Diffusion Geekery

, , Leave a comment

nodiff-clean

 

I cleared up some questions I’ve had about diffusion and tested some different diffusion material against the usual suspects.

I used the Desisti 1K in a 16 foot space, with my friend here in the middle. Using the Cinemeter II app on my phone and the Luxi incident bubble, I set it at 800 ISO, 24 fps, shutter speed 24. The image above metered at f11. I tested 250, 216, Tracing Paper, Opal and then two kinds of fluorescent light (ceiling fixtures) polystyrene panels I picked up very cheaply at Lowes. I’ve been interested in those for a while because they seem to spread the light more evenly, diffuse just as well as 250 and lose less light in the process. As it turned out, I was right, but I also found out a few other interesting things.

Here’s the big comparison. For exposure, the images are not as important as the meter readings, so look at the numbers. The other thing to pay attention to is the evenness and spread of the light on the wall. It changes quite a bit.

 

comp-allb

There are a number of interesting points here. First, the 250 diffusion and Panel 1 (details about the panels at the end of this post) reveals that the panel is a full stop brighter. In addition, the spread of the light is more even with the panel.

250-panel1

The 250 and the tracing paper are also very close, but tracing paper is a lot cheaper and it also creates a more even spread.

250-tracing

Unsurprisingly, the Opal does very little by itself. I personally find it works best to take a little more edge from an already diffused light.

compopal

And there is a strong similarity between Opal and Panel 2, although once again, the panel creates a more evenly spread light.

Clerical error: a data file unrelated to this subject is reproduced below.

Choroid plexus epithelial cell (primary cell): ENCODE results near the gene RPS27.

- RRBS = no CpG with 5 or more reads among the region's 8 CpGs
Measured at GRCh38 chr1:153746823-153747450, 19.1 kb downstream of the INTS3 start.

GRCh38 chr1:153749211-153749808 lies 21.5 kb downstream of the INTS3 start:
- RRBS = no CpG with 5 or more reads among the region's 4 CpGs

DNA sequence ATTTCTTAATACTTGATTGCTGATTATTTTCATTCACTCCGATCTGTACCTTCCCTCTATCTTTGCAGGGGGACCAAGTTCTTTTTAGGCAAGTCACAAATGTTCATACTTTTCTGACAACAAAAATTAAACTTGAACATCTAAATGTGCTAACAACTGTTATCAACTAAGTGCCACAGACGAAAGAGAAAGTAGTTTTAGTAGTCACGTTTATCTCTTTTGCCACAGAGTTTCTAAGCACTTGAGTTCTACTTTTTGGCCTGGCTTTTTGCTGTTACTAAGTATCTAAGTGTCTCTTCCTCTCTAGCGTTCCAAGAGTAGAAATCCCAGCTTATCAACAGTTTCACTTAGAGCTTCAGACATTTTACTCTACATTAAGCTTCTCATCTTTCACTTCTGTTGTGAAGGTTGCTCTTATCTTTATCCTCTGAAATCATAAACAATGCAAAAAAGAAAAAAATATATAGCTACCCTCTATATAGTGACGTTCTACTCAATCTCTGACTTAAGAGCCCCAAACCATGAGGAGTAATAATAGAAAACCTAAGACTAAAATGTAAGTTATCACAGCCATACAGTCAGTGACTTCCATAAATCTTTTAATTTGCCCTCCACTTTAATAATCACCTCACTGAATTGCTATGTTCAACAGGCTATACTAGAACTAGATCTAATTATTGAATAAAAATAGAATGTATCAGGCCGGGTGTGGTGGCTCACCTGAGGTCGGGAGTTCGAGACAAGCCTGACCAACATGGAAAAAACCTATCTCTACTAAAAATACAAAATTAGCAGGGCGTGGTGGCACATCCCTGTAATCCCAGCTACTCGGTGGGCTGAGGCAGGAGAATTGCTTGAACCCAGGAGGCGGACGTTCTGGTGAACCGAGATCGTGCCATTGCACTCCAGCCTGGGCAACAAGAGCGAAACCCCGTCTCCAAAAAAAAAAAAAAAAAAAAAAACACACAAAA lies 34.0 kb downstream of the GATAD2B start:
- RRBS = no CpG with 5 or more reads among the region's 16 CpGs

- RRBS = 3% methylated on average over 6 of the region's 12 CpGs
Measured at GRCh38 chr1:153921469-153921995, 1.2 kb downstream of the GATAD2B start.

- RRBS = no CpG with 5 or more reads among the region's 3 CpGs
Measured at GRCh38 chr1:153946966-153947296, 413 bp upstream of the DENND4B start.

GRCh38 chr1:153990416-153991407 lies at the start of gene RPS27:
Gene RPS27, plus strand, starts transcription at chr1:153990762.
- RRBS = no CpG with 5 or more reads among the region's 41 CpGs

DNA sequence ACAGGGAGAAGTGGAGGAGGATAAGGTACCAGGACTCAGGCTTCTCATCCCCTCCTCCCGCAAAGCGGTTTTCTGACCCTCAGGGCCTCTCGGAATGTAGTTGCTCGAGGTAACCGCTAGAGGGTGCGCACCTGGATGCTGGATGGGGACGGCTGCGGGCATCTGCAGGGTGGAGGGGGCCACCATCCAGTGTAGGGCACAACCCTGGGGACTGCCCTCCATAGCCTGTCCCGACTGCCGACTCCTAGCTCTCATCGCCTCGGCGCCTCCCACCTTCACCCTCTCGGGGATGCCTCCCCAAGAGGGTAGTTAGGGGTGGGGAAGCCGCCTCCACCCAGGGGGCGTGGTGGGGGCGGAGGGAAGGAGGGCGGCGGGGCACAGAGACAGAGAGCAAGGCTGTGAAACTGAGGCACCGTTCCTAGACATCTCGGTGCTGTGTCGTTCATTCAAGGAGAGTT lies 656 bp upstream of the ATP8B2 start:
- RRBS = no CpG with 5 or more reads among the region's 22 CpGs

opal-panel2

The panels themselves are just hard plastic sheets used to diffuse light from overhead fluorescent fixtures. All the big box stores carry them and you can often find damaged sheets for a dollar or two. I cut these with a table saw into 24″ squares. You can cut them with a utility knife but I don’t recommend it. They damage easily because they are very brittle, especially around the edges. I put a small wrap of gaff around the edges to protect them, carry them in a portfolio and have not had any breakage problems. To deploy I just bite them with a duckbill or sheet metal clamp. They also work wonders with LED panels, which I’ll get to in another post. I shouldn’t need to say this, but don’t put this material in front of an HMI unless you can put several feet in between, and even then I’d be cautious.

louvers

These panels are very similar in design and effect to the lenses for Par lights like HMIs. The smaller the pattern, the wider the diffusion. Panel 1 (below) is a very small, irregular pattern and you can see the effect in the illustrations above.

louver1-product

Panel 1 detail:

louver1-detail

Panel 2 is a slightly larger pattern with not as much diffusion effect:

louver2-product

Panel 2 detail:

louver2-detail

 

Leave a Reply